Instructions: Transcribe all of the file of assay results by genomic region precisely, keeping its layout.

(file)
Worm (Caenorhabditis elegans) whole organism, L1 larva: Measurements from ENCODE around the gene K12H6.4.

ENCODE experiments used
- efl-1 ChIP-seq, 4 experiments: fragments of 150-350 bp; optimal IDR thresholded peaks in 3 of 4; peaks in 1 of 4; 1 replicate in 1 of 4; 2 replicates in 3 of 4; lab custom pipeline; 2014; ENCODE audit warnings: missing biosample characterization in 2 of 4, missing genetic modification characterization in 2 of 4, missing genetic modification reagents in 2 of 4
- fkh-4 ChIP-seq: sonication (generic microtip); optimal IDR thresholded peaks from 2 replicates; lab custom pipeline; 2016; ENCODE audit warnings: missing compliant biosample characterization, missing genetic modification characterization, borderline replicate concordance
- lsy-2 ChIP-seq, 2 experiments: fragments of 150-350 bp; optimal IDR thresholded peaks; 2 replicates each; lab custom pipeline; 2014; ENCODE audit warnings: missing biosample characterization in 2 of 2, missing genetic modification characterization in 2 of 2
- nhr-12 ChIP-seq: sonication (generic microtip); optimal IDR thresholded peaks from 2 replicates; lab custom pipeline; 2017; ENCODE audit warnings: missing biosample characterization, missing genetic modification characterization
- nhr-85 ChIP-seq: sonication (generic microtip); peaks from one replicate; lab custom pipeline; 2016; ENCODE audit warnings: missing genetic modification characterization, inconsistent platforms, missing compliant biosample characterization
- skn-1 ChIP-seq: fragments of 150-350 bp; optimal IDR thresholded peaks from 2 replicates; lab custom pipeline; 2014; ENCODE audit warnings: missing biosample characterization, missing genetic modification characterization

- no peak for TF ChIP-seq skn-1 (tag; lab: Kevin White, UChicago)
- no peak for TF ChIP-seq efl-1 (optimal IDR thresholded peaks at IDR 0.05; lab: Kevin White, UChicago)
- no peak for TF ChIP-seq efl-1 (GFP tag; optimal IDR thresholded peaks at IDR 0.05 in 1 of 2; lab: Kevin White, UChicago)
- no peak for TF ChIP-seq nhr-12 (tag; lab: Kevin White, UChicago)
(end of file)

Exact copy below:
Worm (Caenorhabditis elegans) whole organism, L1 larva: Measurements from ENCODE around the gene K12H6.4.

ENCODE experiments used
- efl-1 ChIP-seq, 4 experiments: fragments of 150-350 bp; optimal IDR thresholded peaks in 3 of 4; peaks in 1 of 4; 1 replicate in 1 of 4; 2 replicates in 3 of 4; lab custom pipeline; 2014; ENCODE audit warnings: missing biosample characterization in 2 of 4, missing genetic modification characterization in 2 of 4, missing genetic modification reagents in 2 of 4
- fkh-4 ChIP-seq: sonication (generic microtip); optimal IDR thresholded peaks from 2 replicates; lab custom pipeline; 2016; ENCODE audit warnings: missing compliant biosample characterization, missing genetic modification characterization, borderline replicate concordance
- lsy-2 ChIP-seq, 2 experiments: fragments of 150-350 bp; optimal IDR thresholded peaks; 2 replicates each; lab custom pipeline; 2014; ENCODE audit warnings: missing biosample characterization in 2 of 2, missing genetic modification characterization in 2 of 2
- nhr-12 ChIP-seq: sonication (generic microtip); optimal IDR thresholded peaks from 2 replicates; lab custom pipeline; 2017; ENCODE audit warnings: missing biosample characterization, missing genetic modification characterization
- nhr-85 ChIP-seq: sonication (generic microtip); peaks from one replicate; lab custom pipeline; 2016; ENCODE audit warnings: missing genetic modification characterization, inconsistent platforms, missing compliant biosample characterization
- skn-1 ChIP-seq: fragments of 150-350 bp; optimal IDR thresholded peaks from 2 replicates; lab custom pipeline; 2014; ENCODE audit warnings: missing biosample characterization, missing genetic modification characterization

- no peak for TF ChIP-seq skn-1 (tag; lab: Kevin White, UChicago)
- no peak for TF ChIP-seq efl-1 (optimal IDR thresholded peaks at IDR 0.05; lab: Kevin White, UChicago)
- no peak for TF ChIP-seq efl-1 (GFP tag; optimal IDR thresholded peaks at IDR 0.05 in 1 of 2; lab: Kevin White, UChicago)
- no peak for TF ChIP-seq nhr-12 (tag; lab: Kevin White, UChicago)